But CRISPR might have competition. Recently, a team of virologists in France made a striking discovery. Bacteria are not the only microbes with a gene editing system – viruses have one too! The scientists discovered a system analogous to CRISPR-Cas in giant viruses. These giant viruses are called mimiviruses and have been causing a stir in the microbiology field since they were first discovered in 2003 (La Scola et al., 2003). These viruses are so massive that they are larger than some bacteria. In fact, their name “mimi” comes from “mimicking microbe”. Unlike bacteria, however, mimiviruses are entirely dependent on their host cells to replicate and so fit the definition of a virus.
As if giant viruses weren’t crazy enough, a few years later the same research team discovered another interesting phenomenon (La Scola et al., 2008): viruses infecting other viruses! Virophages, as they named them, were viruses that could parasitise the mimivirus in the same way mimivirus and other viruses parasitise cells. Fascinated by this virus-ception, the scientists started looking for more virophages that could infect members of the mimivirus family.
In 2014, the scientists discovered a new virophage (Gaia et al., 2014), which they found particularly intriguing. They named it Zamilon, which is Arabic for “the neighbour”. Zamilon was interesting to the researchers because it could infect some mimiviruses but not others. It became clear that some mimiviruses were resistant to Zamilon and they wanted to find out why.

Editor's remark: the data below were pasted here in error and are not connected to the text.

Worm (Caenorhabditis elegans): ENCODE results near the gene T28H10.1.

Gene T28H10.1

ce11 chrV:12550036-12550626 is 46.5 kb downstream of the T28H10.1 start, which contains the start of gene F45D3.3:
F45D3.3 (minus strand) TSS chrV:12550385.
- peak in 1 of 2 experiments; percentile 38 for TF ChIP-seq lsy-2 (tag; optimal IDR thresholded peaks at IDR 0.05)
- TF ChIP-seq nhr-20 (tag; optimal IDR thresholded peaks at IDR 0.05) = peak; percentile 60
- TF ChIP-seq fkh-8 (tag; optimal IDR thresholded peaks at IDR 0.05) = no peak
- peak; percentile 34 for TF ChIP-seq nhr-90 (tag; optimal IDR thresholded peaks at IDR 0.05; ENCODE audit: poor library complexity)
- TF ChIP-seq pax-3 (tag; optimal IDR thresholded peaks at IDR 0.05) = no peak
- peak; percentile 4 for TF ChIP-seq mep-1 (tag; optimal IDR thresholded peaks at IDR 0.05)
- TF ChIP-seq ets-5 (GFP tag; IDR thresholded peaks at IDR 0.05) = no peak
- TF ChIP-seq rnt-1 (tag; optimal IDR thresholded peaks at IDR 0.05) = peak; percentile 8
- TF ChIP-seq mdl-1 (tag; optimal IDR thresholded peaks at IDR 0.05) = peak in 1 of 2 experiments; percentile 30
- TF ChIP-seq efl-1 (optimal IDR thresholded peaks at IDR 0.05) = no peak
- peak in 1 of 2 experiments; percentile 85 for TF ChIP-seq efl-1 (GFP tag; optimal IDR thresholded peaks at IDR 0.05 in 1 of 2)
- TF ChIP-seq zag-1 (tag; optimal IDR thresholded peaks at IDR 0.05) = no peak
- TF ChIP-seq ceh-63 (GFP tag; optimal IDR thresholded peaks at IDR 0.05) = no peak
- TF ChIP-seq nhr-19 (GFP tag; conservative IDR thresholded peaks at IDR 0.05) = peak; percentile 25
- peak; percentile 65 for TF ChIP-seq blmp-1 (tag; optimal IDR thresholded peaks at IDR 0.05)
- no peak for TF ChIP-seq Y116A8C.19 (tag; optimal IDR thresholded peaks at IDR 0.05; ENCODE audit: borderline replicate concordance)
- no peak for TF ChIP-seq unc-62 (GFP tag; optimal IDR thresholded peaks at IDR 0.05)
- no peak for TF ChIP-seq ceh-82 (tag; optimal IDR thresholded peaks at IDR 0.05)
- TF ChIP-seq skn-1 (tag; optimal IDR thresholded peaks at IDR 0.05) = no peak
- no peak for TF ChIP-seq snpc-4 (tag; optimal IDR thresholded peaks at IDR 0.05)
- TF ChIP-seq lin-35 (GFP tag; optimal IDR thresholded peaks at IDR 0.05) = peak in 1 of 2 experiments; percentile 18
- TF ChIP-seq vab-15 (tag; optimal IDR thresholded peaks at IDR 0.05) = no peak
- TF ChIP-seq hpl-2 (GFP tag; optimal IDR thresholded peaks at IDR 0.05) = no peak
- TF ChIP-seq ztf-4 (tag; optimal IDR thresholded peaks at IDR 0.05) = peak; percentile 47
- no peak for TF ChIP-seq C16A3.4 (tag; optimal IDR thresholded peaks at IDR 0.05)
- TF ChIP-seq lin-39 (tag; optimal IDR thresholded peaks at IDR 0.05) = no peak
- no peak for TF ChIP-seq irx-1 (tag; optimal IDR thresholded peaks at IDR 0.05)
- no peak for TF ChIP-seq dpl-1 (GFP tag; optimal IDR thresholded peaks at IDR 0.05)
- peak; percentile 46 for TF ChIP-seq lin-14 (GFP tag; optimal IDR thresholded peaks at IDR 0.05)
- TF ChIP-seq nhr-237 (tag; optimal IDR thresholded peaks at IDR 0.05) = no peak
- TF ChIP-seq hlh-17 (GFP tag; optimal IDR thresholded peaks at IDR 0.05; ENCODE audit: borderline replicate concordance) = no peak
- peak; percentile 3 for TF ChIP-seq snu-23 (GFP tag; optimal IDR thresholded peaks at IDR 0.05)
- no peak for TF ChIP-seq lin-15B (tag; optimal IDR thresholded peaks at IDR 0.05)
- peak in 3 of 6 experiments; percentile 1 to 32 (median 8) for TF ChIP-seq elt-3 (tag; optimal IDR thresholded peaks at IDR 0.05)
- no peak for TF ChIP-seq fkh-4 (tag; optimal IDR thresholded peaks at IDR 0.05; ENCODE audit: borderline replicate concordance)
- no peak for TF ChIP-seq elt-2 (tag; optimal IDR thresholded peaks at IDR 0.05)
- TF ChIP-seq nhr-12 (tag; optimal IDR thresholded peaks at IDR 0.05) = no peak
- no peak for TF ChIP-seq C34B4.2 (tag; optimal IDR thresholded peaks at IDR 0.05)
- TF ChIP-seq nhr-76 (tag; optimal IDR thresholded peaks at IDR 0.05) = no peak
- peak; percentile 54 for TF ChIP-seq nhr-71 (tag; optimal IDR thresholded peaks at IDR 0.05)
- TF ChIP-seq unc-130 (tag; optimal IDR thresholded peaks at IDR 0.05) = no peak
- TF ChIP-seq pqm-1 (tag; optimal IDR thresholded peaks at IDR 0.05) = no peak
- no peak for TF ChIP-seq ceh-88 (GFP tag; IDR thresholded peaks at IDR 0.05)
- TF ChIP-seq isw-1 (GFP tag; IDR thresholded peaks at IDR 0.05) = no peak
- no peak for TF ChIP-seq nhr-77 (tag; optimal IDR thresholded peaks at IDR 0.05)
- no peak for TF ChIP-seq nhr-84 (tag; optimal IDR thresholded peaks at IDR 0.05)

By comparing mimiviruses that were resistant to Zamilon with those that were susceptible, the scientists noticed something curious: all the mimiviruses that were resistant to Zamilon contained an insertion of Zamilon DNA in one of their genes. When this mimivirus gene was inhibited, the mimiviruses lost their resistance to Zamilon and became infected. This was immediately reminiscent of the CRISPR-Cas system in bacteria, whereby bacteria insert DNA from invading viruses into their own CRISPR DNA. To investigate whether this really was a CRISPR-Cas-like system in the mimiviruses, the scientists looked for proteins similar to Cas9 inside the mimivirus. They found 2 genes nearby the inserted virophage DNA, which encoded proteins that looked very similar to the family of enzymes to which Cas9 belongs. When they tested the functions of these proteins, they found that one of them could cause unwinding of DNA, whereas the other could cut DNA – just like Cas9!
The scientists named this viral CRISPR-Cas-like system MIMIVIRE, for mimivirus virophage resistance element. Further investigation will be required to understand exactly how the MIMIVIRE system works and in particular how the Cas-like proteins are targeted to the virophage DNA.
With a better understanding of how the MIMIVIRE system works, scientists may reveal a new opportunity to harness a microbial mechanism for gene editing. Perhaps MIMIVIRE will be able to complement CRISPR, broadening the gene editing toolkit. This discovery also demonstrates for the first time that viruses, like bacteria, may be capable of retaining a molecular memory of what has infected them before. The parallels with our own immune systems are remarkable given that viruses are not even considered to be truly alive.
Layal Liverpool is a PhD student at University of Oxford and a FameLab Oxford 2016 finalist.